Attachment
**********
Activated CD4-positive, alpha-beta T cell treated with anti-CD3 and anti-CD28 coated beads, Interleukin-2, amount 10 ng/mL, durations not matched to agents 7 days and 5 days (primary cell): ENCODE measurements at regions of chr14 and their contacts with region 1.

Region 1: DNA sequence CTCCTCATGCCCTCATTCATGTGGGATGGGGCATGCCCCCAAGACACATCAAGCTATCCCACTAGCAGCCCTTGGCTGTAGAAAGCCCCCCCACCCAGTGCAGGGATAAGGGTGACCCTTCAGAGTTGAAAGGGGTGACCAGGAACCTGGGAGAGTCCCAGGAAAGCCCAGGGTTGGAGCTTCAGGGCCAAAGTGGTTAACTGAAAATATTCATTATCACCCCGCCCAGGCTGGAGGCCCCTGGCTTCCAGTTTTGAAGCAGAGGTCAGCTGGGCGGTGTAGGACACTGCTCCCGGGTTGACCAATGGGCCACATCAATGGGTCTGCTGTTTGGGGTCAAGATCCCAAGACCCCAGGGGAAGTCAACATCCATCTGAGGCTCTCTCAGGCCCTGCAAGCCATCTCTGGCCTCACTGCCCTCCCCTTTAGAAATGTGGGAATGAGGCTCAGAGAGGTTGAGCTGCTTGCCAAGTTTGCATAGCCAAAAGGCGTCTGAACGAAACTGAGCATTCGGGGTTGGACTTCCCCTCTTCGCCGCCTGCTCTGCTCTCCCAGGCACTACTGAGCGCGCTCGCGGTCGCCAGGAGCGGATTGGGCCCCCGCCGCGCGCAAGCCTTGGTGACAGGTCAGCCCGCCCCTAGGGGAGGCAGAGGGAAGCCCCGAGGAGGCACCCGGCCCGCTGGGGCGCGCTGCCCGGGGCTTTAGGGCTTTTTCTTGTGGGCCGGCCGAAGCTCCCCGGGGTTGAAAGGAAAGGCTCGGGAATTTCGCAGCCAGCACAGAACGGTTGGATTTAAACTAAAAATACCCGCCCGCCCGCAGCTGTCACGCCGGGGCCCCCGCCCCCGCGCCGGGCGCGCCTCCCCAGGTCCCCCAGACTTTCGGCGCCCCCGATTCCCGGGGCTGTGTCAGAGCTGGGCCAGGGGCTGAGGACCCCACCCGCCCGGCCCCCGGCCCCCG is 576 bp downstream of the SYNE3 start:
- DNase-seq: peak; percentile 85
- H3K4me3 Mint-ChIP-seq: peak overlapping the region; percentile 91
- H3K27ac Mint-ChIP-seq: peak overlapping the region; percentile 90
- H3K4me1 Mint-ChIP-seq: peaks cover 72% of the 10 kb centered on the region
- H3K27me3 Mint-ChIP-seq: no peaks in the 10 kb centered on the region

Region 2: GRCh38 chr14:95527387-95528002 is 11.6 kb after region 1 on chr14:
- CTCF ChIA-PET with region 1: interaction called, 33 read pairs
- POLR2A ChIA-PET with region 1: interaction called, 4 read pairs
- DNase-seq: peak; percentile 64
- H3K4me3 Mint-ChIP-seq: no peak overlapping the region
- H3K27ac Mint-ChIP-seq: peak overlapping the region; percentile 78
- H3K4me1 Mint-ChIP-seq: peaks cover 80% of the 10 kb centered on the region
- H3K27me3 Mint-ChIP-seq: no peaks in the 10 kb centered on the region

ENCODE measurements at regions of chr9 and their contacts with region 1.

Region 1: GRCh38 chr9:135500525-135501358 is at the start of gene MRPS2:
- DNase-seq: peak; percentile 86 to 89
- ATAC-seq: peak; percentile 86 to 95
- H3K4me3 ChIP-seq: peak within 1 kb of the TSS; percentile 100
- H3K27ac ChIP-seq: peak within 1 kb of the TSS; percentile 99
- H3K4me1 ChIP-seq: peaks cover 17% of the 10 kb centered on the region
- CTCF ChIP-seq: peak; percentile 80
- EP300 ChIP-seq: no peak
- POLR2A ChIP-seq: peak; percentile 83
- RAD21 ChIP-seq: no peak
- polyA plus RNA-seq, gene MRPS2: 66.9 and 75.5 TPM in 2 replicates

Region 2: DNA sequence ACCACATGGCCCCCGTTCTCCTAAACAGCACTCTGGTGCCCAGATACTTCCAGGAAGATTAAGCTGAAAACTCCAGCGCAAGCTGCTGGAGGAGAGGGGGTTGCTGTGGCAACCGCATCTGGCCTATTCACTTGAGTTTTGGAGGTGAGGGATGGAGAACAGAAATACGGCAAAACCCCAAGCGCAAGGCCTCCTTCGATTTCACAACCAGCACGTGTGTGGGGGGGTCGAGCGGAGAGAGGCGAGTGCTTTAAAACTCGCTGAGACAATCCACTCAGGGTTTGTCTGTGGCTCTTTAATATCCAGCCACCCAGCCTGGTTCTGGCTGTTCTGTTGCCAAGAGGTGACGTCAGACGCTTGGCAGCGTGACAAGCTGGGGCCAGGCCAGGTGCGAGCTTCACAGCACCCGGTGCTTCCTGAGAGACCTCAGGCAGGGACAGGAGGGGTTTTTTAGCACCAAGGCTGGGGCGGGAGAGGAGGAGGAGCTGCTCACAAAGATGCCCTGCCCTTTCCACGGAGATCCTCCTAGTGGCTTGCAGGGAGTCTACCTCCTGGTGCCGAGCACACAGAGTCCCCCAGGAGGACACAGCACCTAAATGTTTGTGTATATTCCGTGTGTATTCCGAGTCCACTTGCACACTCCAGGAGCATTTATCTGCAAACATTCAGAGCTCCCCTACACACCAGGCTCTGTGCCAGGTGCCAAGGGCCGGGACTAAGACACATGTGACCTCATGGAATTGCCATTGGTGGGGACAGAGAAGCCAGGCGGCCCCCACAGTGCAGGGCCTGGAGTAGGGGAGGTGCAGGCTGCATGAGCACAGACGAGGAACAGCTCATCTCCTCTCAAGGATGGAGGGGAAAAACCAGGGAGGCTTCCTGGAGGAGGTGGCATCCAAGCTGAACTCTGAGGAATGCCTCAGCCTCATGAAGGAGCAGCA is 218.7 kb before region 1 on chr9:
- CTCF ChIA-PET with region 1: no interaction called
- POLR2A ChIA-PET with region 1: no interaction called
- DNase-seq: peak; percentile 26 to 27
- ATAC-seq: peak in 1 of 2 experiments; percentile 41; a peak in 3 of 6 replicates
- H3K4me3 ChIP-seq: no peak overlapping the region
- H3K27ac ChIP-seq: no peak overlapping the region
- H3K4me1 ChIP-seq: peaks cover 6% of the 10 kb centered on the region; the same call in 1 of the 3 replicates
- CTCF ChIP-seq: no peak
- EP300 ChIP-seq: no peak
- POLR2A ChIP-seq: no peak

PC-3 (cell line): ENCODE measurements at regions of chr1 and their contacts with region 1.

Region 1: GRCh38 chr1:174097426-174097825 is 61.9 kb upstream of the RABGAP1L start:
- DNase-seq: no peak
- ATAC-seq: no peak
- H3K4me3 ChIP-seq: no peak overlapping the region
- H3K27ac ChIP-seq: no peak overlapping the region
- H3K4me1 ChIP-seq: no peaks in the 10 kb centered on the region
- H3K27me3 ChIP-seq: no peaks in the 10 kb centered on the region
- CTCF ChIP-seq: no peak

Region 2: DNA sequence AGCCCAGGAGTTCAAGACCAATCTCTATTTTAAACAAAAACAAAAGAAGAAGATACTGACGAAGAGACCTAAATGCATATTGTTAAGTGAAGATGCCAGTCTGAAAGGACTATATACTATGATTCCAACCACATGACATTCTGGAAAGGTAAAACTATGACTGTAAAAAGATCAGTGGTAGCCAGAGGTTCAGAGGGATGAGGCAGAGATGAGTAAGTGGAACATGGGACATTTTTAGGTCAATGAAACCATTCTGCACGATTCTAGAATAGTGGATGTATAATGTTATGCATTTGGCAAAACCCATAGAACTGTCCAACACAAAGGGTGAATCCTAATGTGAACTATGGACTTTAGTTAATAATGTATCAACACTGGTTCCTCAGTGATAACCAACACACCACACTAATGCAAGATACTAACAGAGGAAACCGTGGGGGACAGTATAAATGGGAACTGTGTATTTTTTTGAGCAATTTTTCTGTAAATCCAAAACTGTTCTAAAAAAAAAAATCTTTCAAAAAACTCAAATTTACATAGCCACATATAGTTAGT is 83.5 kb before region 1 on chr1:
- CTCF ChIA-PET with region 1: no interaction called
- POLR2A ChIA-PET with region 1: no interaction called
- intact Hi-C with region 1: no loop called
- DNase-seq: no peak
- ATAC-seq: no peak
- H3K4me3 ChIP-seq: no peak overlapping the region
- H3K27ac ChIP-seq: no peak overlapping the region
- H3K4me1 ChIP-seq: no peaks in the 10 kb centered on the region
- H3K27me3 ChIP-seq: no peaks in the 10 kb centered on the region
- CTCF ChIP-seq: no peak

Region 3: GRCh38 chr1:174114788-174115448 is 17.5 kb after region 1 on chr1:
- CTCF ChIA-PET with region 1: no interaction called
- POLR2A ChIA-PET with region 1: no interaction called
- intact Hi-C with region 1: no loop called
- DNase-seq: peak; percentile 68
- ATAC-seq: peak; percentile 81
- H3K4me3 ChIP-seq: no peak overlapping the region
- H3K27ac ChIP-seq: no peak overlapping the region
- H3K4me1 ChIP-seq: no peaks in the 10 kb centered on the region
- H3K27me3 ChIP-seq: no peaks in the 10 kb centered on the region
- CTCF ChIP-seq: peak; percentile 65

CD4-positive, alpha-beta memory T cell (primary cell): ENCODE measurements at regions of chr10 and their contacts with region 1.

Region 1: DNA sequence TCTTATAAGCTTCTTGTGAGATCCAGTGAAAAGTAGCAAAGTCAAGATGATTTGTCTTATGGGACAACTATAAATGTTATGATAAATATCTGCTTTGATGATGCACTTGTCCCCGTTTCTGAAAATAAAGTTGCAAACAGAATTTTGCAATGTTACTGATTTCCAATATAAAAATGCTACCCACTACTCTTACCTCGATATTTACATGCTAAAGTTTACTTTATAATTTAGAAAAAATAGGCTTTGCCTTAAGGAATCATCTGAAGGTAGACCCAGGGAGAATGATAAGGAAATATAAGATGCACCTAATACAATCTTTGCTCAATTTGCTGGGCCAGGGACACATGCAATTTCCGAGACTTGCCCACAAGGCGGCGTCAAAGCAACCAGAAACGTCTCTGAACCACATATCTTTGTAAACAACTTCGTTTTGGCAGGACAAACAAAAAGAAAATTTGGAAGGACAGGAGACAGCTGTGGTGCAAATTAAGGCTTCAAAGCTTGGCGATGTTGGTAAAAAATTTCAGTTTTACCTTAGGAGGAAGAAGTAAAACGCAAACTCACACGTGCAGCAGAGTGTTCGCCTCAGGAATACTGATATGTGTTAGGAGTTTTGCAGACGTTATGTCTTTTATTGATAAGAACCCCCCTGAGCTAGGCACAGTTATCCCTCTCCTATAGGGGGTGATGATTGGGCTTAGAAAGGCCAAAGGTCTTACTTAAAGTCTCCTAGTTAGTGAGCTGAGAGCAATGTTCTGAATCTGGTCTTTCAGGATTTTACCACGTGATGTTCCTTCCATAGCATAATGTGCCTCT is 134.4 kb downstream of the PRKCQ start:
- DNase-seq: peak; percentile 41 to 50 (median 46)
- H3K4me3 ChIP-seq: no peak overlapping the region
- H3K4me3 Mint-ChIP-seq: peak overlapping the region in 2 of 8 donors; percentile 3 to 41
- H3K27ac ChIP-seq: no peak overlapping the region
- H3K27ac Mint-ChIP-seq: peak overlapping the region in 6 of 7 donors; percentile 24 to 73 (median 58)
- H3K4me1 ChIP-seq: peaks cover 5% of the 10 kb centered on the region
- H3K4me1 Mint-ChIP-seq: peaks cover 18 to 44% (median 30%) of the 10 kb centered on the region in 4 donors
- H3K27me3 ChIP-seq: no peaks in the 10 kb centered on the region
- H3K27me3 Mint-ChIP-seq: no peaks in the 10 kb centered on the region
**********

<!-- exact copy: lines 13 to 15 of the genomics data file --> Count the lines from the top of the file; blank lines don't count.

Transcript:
- H3K27ac Mint-ChIP-seq: peak overlapping the region; percentile 78
- H3K4me1 Mint-ChIP-seq: peaks cover 80% of the 10 kb centered on the region
- H3K27me3 Mint-ChIP-seq: no peaks in the 10 kb centered on the region